Department of Anthropology, University of California, Santa Barbara
Thursday Morning, 301D
Ecomorphological methods are becoming increasingly common for reconstructing paleoenvironmental parameters of hominin sites. These methods, which examine the fit between the form and function of a given species and its environment, rely strongly on functional morphology. An individual’s morphology places limits on the types of behaviors it can perform and the environments in which those behaviors can take place.This study examines artiodactyl (Cervidae, Bovidae, and Tragulidae) functional morphology as it relates to locomotion in different habitats, with the goal of applying these data to the reconstruction of fossil hominin sites.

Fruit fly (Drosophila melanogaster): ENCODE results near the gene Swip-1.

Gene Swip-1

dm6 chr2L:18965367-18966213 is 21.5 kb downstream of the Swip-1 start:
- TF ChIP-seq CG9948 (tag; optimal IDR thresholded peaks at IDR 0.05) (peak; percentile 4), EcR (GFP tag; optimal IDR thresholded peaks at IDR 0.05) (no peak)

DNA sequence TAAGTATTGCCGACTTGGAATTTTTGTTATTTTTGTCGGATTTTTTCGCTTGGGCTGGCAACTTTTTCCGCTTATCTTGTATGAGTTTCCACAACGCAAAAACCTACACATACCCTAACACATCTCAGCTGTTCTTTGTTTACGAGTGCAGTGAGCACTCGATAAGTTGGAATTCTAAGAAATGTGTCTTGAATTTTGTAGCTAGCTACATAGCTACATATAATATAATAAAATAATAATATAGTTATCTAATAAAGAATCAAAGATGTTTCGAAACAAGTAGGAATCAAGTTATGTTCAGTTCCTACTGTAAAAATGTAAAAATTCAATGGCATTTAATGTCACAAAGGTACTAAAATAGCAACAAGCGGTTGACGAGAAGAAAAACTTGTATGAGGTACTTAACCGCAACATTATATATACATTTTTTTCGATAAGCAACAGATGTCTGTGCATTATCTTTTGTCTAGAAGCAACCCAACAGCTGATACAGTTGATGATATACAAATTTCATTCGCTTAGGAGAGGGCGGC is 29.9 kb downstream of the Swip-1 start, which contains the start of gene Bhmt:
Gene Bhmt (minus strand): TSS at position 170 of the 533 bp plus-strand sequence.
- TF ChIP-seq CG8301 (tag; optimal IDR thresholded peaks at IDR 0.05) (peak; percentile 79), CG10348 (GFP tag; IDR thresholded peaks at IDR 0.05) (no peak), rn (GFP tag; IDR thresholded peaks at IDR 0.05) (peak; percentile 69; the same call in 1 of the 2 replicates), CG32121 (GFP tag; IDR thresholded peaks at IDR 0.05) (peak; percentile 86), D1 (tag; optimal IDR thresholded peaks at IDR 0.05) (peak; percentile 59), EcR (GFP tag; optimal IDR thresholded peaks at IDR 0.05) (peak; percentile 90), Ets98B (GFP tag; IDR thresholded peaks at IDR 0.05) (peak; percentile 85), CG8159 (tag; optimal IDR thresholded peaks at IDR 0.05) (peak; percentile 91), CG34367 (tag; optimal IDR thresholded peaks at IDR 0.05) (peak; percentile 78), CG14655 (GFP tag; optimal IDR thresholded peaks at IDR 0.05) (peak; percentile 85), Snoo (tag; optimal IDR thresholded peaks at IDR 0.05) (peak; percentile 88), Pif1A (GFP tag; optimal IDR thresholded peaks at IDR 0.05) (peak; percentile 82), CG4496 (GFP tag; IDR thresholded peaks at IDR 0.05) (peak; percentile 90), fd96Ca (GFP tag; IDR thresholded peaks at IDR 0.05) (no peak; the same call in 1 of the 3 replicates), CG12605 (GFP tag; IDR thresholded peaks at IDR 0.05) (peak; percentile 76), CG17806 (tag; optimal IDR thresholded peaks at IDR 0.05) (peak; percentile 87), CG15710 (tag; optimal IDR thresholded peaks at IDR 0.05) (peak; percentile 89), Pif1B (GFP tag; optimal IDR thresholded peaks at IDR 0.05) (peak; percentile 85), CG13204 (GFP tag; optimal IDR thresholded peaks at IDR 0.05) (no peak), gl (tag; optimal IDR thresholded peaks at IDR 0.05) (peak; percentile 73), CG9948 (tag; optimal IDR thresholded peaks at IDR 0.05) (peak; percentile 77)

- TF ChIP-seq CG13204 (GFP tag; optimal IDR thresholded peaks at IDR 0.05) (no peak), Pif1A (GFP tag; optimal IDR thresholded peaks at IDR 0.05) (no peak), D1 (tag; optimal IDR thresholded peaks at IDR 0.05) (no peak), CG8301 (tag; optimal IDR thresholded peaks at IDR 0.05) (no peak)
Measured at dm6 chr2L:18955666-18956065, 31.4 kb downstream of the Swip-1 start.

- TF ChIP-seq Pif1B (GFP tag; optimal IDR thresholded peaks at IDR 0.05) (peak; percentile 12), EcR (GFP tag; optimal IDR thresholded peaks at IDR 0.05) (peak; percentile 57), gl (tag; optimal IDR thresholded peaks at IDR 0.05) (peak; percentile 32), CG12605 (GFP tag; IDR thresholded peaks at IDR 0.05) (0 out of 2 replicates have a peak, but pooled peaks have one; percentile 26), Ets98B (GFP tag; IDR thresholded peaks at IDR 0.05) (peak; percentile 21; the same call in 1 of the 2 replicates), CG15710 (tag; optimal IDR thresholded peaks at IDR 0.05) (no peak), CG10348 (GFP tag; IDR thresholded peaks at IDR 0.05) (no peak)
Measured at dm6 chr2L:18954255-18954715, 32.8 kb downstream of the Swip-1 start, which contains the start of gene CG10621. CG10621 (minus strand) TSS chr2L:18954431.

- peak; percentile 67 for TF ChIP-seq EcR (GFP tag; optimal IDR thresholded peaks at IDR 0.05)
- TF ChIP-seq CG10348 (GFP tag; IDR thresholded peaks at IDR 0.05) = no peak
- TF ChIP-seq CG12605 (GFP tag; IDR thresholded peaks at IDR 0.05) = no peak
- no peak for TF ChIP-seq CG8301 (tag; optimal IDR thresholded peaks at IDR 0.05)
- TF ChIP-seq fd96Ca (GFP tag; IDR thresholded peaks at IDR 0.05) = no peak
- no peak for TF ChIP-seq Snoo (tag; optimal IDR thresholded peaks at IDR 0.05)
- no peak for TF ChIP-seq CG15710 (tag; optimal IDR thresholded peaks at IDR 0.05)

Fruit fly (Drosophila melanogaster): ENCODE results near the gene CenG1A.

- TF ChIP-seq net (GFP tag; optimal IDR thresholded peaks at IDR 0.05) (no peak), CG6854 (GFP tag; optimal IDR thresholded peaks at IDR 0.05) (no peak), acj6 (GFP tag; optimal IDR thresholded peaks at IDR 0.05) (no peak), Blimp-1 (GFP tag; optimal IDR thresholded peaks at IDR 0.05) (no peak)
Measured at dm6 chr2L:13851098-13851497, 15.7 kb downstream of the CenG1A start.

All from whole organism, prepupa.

Three-dimensional outlines of rearlimb joint surfaces were analyzed using geometric morphometrics, principal components analysis, and canonical variates analysis. Visualizations of morphologies associated with different habitat types allowed for the synthesis of a series of functional hypotheses for the rearlimb as a whole, wherein the morphology of open-adapted artiodactyls enhances speed and joint stability whereas saltatorial artiodactyls emphasize joint mobility. Results demonstrate that extant artiodactyls can be reclassified into their known habitat types with up to 66.3% (cross-validation) and 74.7% (resubstitution) accuracy, and thus are a useful proxy for paleohabitat. Applying these methods to three sites in Europe, it was found that early Pleistocene cervids were adapted to mostly open habitats. This reconstruction demonstrates that conditions in France and Romania were broadly similar to those for other penecontemporaneous Eurasian and Africa sites in which Homo erectus has been found, supporting the hypothesis that habitat type did not preclude hominins from occupying Europe during the early Pleistocene.